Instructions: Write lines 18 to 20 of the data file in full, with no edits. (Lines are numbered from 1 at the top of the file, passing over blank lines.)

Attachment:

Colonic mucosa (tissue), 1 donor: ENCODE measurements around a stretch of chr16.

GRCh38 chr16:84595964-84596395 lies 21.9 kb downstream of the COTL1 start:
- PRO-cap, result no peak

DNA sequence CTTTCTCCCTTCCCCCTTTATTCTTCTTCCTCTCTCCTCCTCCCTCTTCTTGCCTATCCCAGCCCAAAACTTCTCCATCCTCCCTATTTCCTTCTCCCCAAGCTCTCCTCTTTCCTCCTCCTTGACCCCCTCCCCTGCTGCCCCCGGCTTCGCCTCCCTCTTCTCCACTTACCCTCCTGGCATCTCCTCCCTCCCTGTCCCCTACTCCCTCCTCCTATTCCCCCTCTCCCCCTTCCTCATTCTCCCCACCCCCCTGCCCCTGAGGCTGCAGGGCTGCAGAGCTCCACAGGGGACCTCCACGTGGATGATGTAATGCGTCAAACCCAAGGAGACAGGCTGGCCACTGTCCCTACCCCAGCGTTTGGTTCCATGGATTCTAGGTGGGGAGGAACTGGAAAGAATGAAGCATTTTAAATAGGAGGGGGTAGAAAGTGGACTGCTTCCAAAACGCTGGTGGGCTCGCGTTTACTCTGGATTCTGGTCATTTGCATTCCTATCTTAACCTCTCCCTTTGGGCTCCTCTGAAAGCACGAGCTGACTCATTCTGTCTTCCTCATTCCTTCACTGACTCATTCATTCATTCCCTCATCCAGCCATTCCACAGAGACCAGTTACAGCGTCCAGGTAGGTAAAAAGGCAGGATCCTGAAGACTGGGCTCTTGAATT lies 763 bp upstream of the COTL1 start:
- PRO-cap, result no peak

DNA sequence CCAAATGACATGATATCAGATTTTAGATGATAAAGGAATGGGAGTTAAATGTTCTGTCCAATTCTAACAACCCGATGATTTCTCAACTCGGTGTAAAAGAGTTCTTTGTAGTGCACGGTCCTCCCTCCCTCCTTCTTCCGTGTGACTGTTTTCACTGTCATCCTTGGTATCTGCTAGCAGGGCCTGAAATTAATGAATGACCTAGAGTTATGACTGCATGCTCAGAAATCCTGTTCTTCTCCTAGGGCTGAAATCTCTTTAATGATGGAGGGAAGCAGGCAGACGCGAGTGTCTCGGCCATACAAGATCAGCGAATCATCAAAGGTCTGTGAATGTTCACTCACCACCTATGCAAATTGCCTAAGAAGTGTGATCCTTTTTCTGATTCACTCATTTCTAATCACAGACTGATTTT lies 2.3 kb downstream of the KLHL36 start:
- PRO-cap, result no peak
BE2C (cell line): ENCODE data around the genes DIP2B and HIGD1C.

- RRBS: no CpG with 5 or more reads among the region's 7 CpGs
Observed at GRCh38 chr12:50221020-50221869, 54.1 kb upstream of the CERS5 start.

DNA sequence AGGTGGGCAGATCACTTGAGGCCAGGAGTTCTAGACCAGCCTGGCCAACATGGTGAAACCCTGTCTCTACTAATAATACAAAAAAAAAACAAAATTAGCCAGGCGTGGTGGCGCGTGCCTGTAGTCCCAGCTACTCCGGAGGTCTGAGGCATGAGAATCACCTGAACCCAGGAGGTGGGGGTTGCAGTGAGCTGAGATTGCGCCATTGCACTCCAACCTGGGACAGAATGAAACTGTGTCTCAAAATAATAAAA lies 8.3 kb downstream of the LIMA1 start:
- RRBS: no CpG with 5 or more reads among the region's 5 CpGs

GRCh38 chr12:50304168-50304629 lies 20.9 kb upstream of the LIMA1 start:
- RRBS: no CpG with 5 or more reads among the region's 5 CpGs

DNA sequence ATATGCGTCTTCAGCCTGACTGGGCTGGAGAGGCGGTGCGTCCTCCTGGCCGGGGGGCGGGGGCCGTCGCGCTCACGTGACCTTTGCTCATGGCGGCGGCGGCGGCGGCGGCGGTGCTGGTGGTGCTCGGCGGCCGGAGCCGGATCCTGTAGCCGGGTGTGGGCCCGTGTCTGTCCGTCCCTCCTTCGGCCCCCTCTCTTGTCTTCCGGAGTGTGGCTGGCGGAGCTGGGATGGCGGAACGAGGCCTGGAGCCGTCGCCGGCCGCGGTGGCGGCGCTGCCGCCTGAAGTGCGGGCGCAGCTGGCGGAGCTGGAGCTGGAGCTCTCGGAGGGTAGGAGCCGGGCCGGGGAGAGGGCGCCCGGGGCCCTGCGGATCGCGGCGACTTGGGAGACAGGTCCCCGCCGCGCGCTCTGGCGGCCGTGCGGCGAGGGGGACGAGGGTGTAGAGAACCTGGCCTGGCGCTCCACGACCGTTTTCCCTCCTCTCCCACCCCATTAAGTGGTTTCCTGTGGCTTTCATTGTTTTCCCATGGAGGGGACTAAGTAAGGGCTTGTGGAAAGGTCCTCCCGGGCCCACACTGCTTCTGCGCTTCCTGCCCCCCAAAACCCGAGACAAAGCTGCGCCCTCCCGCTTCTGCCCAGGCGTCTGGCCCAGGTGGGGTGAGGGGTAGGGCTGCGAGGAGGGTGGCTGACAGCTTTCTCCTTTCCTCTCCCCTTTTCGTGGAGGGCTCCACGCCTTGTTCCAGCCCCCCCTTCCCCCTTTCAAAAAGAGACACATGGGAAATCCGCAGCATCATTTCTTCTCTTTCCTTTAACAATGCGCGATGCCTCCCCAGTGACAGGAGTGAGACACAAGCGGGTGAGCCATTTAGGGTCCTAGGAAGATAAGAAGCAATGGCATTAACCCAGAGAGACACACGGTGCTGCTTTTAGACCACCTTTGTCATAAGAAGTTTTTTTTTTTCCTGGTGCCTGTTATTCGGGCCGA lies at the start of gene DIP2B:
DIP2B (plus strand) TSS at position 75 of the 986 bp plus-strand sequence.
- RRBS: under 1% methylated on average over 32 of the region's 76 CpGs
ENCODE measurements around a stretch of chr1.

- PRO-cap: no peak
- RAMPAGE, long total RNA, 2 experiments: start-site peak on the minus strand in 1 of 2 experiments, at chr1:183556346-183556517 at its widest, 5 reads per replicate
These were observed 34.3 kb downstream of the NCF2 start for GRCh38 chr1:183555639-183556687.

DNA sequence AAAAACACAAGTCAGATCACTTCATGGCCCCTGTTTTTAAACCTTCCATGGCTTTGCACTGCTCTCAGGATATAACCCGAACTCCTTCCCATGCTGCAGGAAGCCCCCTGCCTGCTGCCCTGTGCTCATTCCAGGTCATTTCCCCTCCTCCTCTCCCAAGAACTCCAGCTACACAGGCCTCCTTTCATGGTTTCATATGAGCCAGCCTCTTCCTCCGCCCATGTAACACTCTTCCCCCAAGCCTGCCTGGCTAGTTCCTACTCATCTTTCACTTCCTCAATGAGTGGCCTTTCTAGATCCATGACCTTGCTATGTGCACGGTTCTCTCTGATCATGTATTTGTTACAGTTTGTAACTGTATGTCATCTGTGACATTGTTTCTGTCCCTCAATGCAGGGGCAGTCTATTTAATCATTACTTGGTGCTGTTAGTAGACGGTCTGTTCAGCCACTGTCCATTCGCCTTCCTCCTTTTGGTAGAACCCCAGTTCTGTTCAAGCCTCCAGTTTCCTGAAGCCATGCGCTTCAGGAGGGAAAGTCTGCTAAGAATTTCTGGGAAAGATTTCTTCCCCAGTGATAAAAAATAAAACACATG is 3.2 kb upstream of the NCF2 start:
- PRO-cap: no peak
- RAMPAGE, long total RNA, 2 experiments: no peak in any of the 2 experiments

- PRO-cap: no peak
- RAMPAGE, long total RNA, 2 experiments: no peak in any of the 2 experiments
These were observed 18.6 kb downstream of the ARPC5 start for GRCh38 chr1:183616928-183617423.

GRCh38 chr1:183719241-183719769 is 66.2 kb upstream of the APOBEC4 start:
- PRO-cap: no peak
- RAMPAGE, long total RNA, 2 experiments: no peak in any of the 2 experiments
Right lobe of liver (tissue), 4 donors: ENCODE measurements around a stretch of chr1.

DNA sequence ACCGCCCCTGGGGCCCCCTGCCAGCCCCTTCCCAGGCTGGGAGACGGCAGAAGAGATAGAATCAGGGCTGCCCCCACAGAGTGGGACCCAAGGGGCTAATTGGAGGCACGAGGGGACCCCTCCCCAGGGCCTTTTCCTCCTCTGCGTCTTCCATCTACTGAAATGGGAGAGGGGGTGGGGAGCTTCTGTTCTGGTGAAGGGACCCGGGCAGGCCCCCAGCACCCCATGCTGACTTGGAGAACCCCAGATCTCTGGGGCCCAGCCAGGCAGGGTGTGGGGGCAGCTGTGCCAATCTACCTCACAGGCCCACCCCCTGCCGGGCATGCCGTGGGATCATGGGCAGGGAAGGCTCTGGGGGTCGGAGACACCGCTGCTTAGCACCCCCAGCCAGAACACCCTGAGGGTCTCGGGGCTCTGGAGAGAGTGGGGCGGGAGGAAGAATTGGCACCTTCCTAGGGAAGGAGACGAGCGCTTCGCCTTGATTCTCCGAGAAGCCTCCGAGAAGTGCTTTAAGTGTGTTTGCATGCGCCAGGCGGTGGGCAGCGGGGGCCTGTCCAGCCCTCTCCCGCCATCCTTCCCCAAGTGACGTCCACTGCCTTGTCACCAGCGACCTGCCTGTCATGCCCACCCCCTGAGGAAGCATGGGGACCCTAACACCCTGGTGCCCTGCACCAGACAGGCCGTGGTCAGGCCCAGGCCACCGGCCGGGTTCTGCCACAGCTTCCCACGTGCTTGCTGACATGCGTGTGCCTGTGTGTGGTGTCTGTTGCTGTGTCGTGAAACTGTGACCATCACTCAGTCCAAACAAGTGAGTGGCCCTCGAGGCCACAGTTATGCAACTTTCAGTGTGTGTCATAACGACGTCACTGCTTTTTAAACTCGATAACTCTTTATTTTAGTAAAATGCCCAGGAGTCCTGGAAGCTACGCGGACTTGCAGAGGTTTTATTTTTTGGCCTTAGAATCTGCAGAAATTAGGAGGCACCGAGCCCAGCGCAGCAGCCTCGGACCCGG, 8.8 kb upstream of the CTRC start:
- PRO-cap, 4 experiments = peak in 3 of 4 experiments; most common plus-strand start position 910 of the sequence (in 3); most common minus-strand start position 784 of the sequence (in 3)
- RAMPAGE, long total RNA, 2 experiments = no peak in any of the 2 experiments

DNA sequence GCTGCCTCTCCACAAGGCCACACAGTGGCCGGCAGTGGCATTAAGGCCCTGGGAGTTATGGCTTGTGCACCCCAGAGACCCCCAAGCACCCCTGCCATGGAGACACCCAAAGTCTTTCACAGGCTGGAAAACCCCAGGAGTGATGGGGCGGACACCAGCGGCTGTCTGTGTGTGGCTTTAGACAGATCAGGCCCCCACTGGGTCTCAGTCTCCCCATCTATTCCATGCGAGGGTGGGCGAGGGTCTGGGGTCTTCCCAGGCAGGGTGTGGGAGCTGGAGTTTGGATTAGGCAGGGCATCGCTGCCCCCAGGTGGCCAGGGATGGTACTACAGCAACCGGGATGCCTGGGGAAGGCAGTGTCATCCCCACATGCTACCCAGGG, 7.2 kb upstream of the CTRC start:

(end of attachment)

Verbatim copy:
ENCODE measurements around a stretch of chr1.

- PRO-cap: no peak
- RAMPAGE, long total RNA, 2 experiments: start-site peak on the minus strand in 1 of 2 experiments, at chr1:183556346-183556517 at its widest, 5 reads per replicate